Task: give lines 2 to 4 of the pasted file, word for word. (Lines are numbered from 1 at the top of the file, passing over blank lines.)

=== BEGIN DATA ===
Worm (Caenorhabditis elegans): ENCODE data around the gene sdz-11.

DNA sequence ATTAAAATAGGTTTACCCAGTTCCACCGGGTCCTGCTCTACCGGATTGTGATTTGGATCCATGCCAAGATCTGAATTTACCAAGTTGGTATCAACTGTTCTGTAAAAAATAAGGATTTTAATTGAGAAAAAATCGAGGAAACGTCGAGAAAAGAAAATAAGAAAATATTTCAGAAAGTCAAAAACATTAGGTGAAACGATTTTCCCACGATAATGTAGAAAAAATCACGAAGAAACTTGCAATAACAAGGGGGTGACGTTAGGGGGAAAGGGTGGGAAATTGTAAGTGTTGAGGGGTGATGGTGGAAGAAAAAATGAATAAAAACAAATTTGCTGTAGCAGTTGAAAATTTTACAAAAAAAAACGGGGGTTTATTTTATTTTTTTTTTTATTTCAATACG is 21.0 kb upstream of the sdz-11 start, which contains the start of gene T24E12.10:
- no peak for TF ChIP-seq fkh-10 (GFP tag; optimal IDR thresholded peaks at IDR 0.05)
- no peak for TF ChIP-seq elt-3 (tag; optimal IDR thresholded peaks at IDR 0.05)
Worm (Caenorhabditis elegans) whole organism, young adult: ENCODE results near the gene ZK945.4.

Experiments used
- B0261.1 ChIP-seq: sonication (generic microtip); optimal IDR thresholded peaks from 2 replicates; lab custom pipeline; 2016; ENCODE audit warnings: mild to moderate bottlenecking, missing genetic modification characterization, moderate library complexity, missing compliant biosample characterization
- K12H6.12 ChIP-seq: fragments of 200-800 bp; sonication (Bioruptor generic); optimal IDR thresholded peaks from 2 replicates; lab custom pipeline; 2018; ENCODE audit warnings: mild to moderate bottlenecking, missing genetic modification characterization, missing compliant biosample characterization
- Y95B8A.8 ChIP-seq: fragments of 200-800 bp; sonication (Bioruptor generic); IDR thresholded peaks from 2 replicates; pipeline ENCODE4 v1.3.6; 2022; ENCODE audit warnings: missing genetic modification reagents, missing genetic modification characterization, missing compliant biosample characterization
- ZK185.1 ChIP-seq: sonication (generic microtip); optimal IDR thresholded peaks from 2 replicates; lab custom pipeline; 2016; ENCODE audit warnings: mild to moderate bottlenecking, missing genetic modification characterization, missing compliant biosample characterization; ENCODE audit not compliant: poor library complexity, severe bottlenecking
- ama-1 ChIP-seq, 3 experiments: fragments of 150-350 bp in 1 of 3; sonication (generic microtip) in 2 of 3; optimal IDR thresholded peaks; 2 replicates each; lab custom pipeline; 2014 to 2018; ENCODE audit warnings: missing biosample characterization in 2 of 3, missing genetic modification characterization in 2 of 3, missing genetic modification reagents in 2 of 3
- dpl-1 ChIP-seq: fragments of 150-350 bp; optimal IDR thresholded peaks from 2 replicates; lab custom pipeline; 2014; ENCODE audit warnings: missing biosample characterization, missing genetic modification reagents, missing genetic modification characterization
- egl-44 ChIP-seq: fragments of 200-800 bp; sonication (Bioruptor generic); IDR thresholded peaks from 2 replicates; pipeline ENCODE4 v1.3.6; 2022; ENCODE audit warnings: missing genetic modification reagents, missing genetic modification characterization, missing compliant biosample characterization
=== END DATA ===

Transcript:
DNA sequence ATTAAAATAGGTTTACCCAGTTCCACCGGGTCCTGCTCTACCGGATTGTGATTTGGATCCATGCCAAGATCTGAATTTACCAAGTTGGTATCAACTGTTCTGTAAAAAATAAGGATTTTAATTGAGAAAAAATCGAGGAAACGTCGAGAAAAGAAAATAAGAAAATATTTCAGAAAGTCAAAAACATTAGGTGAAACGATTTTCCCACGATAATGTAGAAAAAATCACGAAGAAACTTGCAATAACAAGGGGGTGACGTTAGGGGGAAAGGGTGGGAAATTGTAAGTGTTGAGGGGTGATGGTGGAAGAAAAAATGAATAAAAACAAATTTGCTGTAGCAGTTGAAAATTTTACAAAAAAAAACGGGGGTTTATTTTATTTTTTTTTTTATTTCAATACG is 21.0 kb upstream of the sdz-11 start, which contains the start of gene T24E12.10:
- no peak for TF ChIP-seq fkh-10 (GFP tag; optimal IDR thresholded peaks at IDR 0.05)
- no peak for TF ChIP-seq elt-3 (tag; optimal IDR thresholded peaks at IDR 0.05)